Apsara dancers, figures of Hindu mythology, Angkor Temple.
The Chbab Srey is a code of conduct for women (Chbab is Khmer for code, and Srey for woman). In the form of a poem, it describes how a woman should behave, with a special focus on her attitude towards her husband.
“Don’t bring the outside flame into the house and then burn it.
Your skirt must not rustle while you walk.
You must be patient and eat only after the men in your family have finished.
You must serve and respect your husband at all times and above all else.
You can’t touch your husband’s head without first bowing in respect.
School is more useful for boys than girls.” Chbab Srey.
This code of conduct has been passed down from generation to generation for centuries, and is still considered to be the basis of the representation of gender roles in Cambodia. It was formally taught in school until in 2007, the Ministry of Women’s Affairs demanded it be pulled from the school’s curriculum. Nevertheless, only some of the rules were removed, meaning some of it is still taught, which shows how influential this text remains to this day.
Chbab Srey is still passed from mothers to daughters, and is widely influential, especially in rural areas where it is deeply rooted into the perception of gender roles.
One of the rules of Chbab Srey states that women should refrain from sharing what happens in the household outside of home. This makes reporting cases of domestic or sexual violence for women particularly challenging.
“Be respectful towards your husband.
Serve him well and keep the flame of the relationship alive.
Otherwise, it will burn you.
Do not bring external problems into the home.
Do not take internal problems out of the home,” Chbab Srey.
Today, Chbab Srey is no longer as important as it used to be, as more and more women are challenging the traditional gender norms. Nonetheless, it remains a barrier to gender equality, as shown in a study by Partners For Prevention, an umbrella group of UN agencies working on gender based violence in Asia. When participants were asked if people should be treated equally regardless of whether they are male or female, almost all of them agreed. But then, over 95% of them then agreed that a woman should obey her husband, and over 80% of them agreed that a woman’s most important role is to take care of her home and cook for her family.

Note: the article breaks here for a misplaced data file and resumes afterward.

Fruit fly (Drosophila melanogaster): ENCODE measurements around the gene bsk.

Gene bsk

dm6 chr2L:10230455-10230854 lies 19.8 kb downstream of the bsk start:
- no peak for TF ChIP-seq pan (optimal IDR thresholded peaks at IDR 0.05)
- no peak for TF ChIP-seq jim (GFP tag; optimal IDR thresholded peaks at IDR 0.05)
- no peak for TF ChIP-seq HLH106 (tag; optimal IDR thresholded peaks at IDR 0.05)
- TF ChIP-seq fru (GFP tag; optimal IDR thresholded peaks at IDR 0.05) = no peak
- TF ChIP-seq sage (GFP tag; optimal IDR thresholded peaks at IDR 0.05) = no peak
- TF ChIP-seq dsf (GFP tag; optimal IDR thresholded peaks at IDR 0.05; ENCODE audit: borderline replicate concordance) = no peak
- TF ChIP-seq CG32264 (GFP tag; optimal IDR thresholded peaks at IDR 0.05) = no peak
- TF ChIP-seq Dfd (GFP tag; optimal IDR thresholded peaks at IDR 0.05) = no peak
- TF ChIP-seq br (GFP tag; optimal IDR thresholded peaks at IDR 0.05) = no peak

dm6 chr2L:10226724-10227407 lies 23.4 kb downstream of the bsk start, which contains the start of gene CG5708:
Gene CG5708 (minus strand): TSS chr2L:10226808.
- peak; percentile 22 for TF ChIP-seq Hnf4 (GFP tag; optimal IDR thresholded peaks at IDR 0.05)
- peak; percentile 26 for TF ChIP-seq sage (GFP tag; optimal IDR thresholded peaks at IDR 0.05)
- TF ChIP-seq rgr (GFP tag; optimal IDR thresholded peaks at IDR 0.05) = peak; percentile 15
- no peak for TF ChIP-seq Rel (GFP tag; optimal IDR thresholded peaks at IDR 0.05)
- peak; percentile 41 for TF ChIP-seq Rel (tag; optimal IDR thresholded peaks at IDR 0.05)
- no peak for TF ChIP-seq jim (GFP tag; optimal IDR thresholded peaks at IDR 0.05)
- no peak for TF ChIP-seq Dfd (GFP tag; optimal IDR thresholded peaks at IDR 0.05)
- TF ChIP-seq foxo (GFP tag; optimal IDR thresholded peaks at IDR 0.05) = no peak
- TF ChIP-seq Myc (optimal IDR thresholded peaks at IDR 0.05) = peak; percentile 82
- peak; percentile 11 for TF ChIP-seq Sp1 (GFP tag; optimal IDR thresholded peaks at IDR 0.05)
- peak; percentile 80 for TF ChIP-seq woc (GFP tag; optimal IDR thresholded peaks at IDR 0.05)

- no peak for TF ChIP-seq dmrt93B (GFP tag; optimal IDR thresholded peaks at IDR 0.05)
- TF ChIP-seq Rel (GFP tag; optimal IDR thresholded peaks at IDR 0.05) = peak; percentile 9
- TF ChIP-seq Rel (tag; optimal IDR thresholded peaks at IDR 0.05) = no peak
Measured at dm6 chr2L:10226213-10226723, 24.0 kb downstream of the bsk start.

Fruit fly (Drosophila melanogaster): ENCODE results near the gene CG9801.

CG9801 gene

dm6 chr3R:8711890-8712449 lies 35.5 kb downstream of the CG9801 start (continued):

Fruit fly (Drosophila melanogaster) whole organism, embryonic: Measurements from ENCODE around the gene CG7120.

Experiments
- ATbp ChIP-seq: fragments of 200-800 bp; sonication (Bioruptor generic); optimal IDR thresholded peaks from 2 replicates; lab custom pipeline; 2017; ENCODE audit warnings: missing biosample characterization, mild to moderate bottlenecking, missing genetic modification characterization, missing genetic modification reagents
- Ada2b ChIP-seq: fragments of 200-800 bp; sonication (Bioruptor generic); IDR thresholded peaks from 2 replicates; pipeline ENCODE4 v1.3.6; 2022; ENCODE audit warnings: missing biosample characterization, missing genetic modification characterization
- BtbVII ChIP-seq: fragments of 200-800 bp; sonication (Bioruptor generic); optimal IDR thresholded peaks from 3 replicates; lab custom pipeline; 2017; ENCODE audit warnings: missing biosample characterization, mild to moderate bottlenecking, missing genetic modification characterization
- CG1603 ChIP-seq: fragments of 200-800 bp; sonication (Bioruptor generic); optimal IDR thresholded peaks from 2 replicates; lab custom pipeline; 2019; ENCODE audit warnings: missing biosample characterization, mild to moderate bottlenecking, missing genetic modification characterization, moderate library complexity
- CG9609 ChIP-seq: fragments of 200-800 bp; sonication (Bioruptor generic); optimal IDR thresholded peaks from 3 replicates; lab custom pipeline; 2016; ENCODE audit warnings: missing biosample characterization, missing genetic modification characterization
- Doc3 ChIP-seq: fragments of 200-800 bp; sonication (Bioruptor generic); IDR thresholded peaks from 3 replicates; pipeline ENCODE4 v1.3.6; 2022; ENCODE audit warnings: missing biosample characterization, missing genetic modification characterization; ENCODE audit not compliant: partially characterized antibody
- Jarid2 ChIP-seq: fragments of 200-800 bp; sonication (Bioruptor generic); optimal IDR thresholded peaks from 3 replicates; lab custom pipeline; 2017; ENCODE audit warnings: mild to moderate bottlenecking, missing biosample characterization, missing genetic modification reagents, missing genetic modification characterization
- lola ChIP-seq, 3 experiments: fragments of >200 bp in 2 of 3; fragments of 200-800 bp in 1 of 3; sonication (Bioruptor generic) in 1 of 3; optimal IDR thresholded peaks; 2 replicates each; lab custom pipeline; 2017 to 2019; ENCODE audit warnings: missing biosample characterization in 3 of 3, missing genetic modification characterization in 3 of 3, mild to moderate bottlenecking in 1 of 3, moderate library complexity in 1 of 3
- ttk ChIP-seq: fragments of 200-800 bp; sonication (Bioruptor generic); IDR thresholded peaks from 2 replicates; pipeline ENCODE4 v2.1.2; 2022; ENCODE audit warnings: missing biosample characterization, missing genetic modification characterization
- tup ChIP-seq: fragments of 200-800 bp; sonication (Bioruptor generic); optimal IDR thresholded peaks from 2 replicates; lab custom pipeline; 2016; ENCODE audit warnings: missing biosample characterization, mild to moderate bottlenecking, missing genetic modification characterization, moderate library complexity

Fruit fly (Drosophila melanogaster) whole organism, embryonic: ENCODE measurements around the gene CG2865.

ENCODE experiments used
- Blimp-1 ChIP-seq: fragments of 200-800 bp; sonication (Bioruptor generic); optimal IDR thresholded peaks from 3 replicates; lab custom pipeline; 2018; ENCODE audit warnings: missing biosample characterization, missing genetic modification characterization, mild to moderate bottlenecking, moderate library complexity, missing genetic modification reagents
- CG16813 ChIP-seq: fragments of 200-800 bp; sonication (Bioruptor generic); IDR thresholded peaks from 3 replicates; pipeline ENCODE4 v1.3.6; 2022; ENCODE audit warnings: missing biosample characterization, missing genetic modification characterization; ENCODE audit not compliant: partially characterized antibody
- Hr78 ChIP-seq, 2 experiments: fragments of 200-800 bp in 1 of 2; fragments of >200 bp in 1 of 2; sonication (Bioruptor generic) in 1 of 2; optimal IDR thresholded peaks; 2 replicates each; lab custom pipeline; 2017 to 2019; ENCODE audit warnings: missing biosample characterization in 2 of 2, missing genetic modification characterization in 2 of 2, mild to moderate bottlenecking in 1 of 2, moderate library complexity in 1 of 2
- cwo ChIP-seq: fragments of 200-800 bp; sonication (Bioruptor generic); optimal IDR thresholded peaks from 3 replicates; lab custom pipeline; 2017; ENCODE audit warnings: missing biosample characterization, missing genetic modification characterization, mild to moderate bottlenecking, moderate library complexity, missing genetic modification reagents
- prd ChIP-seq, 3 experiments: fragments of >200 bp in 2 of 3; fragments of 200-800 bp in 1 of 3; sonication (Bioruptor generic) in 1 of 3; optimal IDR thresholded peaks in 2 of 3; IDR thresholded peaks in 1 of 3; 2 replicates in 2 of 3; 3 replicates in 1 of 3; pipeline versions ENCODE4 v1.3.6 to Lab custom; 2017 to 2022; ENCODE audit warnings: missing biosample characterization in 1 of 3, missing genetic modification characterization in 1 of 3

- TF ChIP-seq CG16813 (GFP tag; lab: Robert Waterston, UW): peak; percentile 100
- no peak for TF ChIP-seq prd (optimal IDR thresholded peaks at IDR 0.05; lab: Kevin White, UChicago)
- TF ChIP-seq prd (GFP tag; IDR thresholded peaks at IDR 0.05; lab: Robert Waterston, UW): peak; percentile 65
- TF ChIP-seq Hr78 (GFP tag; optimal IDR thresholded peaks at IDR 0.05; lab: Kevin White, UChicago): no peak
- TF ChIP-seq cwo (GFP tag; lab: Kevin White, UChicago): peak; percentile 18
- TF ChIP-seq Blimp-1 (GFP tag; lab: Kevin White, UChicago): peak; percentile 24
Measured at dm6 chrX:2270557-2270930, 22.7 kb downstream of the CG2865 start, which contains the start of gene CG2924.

Cambodia ratified the Convention on the Elimination of All forms of Discrimination against Women (CEADW) in 1992. The committee in charge of monitoring the progress of the country (Committee on the elimination of Discrimination against Women) noted in its observation in 2013 that they were: “concerned that the Chbab Srey, the traditional code of conduct for Women is deeply rooted in Cambodian culture and continues to define everyday life on the basis of stereotypical roles of women and men in the family and in society”
Men also have their code of conduct which encourages them to be strong decision-makers, brave, etc. Their rules are far less strict and mainly promote leadership. While Chbab Srey mostly focuses on obeying the husband, Chbab Proh barely refers to the wives.
 Why do some men use violence against women and how can we prevent it, findings from the multi country study on men and violence in Asia and the Pacific, Cambodia Report, UN Women Cambodia, Partners for Prevention, June 2015 – http://www.partners4prevention.org/sites/default/files/resources/p4p_cambodia_report_final_english_version.pd
 Concluding observations on the combined fourth and fifth periodic reports of Cambodia – CEDAW – Committee on the Elimination of Discrimination against Women – October 2013 – http://evaw-global-database.unwomen.org/-/media/files/un%20women/vaw/country%20report/asia/cambodia/cambodia%20cedaw%20co.pdf
To learn more about Chbab Srey and Chbab Proh:
World Affairs: “Taught to be worthless”
Equaltimes: “The perfect Cambodian Woman”
The Phnom Penh Post: “Trying to be a perfect woman”
Partners For Prevention: “Why do some men use violence against women and how can we prevent it, findings from the multi country study on men and violence in Asia and the Pacific, Cambodia Report”